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Zak Nathan

Zak Nathan, baby with anencephaly

Two years into marriage, my husband Jerwell and I started longing to have a child. God answered the desire of our hearts. We learned that I was 6 weeks pregnant on August 29, 2008 via TVS. Nothing unusual was detected at that time. And since there were no pre-existing conditions and family-related defects that need to be considered, our doctor treated our pregnancy as normal.

Five days before Christmas, we had our routine second trimester ultrasound after convincing our doctor to give us the order. We desperately wanted to know our baby's gender before Christmas. The doctor easily determined the gender because our baby was in a cooperative position. We were having a boy. I can still remember my husband's face lighting up upon hearing the news. Then, the doctor grew quiet. He stopped talking to us and stared suspiciously at the screen. I began to feel nervous. Then he asked us to move to another room so he can verify "something" through a newer machine. My heart pounded. I told my husband that it could be our baby's weight because my tummy was unusually small for its stage. After a short while, he broke his silence and instructed me to see my OB as soon as possible. He did not want to divulge the news himself. But we begged. He finally gave the most heart-breaking news any expectant parent could hear: "your baby has an condition called anencephaly. It is not compatible with survival. It is irrepairable". Cliche as this may sound, but our dreams came crashing down with that news. All we could do was cry. How can that happen?

In the days that followed, we researched anencephaly to gain better understanding and make informed decisions. A full congenital anomaly scan confirmed the diagnosis. During the scan, however, the doctor could not make our baby move away from the placenta to let us see how much of the head he had. The doctor simply thought that our baby was not in a cooperative mood. So after much prodding, we gave up.

Zak Nathan, baby with anencephaly

We continued with our pregnancy like there was nothing wrong. It was a deliberate decision on our part to will ourselves to be happy so that our baby would continue to feel loved and wanted. We thought that such was our way of giving him the best chance to live.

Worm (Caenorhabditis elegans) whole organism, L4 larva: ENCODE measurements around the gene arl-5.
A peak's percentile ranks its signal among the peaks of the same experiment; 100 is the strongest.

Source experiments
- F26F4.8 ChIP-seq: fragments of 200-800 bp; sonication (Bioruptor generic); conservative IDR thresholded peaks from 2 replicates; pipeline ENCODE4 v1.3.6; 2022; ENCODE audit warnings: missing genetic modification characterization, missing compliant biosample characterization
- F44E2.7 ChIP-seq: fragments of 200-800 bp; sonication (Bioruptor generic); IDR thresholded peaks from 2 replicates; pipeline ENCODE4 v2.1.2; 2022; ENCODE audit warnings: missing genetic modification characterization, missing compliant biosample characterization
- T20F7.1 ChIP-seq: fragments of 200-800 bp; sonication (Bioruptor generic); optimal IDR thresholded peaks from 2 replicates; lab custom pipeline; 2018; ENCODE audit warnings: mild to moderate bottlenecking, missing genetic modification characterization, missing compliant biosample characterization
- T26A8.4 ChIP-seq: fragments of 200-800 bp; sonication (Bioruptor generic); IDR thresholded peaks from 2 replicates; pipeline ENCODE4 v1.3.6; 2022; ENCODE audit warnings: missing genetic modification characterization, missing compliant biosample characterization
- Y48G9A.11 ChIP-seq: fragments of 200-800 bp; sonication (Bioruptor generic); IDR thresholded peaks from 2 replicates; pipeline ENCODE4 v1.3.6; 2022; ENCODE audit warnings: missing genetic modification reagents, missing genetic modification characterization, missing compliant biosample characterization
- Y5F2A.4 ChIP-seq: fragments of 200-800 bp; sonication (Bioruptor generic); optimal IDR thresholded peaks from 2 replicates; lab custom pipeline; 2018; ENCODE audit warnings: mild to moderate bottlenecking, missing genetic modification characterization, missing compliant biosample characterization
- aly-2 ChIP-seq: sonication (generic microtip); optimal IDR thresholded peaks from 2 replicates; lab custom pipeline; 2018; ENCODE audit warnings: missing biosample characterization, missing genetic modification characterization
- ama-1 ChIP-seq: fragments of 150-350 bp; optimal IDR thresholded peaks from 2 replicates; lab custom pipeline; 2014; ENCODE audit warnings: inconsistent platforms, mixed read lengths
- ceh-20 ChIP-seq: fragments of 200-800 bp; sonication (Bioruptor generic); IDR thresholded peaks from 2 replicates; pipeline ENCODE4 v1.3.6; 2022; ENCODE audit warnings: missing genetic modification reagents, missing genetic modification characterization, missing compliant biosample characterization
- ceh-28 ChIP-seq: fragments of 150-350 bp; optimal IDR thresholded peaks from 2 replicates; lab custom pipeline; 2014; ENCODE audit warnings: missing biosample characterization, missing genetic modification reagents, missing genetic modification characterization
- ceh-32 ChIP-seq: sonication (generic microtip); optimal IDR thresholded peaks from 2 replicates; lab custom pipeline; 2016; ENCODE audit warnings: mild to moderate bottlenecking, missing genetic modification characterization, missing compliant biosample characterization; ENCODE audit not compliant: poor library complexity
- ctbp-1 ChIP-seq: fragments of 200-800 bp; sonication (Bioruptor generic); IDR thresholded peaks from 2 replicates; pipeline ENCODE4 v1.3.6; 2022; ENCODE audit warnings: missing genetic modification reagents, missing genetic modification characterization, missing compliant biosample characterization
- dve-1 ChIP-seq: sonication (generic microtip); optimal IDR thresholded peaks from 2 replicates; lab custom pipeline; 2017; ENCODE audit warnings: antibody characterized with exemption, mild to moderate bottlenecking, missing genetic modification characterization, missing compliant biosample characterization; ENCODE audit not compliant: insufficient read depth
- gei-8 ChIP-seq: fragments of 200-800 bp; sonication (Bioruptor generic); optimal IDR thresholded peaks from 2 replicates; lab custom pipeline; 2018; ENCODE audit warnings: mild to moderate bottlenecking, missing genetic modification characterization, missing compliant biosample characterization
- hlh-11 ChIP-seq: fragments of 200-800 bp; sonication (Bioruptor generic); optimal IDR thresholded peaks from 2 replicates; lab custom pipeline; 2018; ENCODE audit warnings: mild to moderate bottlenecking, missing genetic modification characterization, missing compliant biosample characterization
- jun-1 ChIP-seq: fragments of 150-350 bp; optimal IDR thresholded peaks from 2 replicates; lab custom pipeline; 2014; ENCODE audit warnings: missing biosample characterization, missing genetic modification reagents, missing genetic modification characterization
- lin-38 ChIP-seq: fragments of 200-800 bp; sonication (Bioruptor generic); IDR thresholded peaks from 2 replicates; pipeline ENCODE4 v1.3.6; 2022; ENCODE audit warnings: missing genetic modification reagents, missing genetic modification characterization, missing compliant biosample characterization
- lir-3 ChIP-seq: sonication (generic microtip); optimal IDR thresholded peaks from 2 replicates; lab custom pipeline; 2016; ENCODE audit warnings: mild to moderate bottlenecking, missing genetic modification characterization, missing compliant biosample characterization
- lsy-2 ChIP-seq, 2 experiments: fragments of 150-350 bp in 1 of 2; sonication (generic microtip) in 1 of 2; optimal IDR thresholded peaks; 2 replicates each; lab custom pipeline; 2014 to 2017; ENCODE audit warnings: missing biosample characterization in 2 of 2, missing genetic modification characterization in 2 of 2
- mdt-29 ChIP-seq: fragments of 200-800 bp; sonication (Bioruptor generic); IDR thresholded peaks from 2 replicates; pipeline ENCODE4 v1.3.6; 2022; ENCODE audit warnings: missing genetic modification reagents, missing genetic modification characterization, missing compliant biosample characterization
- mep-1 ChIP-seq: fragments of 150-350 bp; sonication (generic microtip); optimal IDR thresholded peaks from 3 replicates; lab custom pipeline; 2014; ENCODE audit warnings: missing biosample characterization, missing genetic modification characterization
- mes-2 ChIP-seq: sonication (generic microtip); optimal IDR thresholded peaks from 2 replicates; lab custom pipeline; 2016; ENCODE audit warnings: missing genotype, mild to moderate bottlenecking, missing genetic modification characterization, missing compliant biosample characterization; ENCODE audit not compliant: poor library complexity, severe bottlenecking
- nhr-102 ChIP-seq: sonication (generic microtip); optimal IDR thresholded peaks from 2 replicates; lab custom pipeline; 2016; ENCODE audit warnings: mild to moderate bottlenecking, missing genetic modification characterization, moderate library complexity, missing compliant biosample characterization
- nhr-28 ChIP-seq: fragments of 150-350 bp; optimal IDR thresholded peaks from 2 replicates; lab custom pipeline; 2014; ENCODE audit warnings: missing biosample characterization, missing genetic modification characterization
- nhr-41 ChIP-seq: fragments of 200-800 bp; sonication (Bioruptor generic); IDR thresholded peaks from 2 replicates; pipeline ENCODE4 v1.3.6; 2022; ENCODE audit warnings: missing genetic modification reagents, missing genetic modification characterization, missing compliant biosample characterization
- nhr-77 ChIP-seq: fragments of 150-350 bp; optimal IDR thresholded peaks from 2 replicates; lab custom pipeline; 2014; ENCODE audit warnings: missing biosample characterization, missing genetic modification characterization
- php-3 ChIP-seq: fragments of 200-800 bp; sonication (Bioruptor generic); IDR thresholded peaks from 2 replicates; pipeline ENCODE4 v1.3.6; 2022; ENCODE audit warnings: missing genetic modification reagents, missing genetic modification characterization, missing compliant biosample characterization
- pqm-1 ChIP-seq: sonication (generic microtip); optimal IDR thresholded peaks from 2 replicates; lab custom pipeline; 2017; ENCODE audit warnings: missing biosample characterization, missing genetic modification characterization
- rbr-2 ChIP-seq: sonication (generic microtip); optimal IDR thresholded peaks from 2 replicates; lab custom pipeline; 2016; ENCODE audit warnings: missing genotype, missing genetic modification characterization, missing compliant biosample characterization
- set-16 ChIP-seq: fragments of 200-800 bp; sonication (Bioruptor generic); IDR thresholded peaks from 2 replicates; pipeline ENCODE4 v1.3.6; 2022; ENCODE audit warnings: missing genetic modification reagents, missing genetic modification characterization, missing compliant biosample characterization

As my due date neared, I did not experience any sign of imminent labor. My baby did not drop. No major contraction was felt. So three days past my due date, my OB decided to induce me into labor. She was determined to deliver our son vaginally to make my recovery faster. After 8 hours of induction, I only managed a 2cm dilatation. My OB decided to rest me after that. Since no spontaneous contraction followed, an unltrasound was ordered. The sonologist saw something with my placenta which she could not determine for sure. She told us, however, that our son had moved to a complete breech position from being frank breech. With this development, we insisted on getting a CS procedure done instead. My OB did not object.

An emergency CS was done. And to my doctor's surprise, our son had a peculiar case.

Our baby, Zak Nathan, was born on April 22, 2009 at 8.58lbs, anencephalic with placental attachment. His head and my placenta grew attached together. It looked as if the placenta grew into our baby's hallow head. The attending doctors were all surprised by what they saw. They have never seen something like that before. But despite the condition, Zak made a spontaneous cry upon coming out. He took his first breath on his own and his skin color flushed into pinkish white in no time at all. Contrary to what was expected of him, he was conscious from the second he was brought out.

Zak Nathan, baby with anencephaly

Zak was an instant celebrity in the hospital. He was as cute as any normal baby. He was big, brave and strong. We had him for six full days. In those days, he never received any medical intervention nor feeding. Yes, he was not fed. We couldn't. He had a cleft palate which could cause him to aspirate if we did. We signed a DNR every single day of his stay with us. He cried, purred like a cat, smiled, responded to our voice. He even pooped a total of six times. He urinated. He gets startled by sound.

He may be deformed in the eyes of many, but to us, he was the most beautiful baby. He was perfect. He did just as told him. I told to grow big and strong and be brave because of the ordeal that is ahead. The love of the people around him is what kept him alive. He spent those six days without showing signs of weakness. He may have lost some weight, but he remained conscious and responsive the whole time.

Zak will always be our firstborn. He will be known to his siblings. His photos will be part of our home. The grief of his loss is deep and almost unbearable. But we now know that it is God who allows such things to happen in our lives. He sometimes inflicts pain in order to make us better. But God never wastes a hurt. The grief may last our lifetime. But it will be all worth it. There is greater hope in our hearts that a day will come when we will see our Zak again.

We miss our son dearly. Not a day passes by without a thought of him. Mothering him was the best experience of my life yet. But knowing that we will see him again is enough encouragement to carry on.

Zak Nathan, baby with anencephaly

We thank God for Zak Nathan. We are forever grateful for giving him to us.



P.S. Because of the placental attachment, we only got to carry Zak 4 hours after he passed away. We had the placenta surgically cut off. It was the happiest 50 minutes of my motherhood - carrying Zak from the hospital to the crematory.

 

Last updated July 29, 2009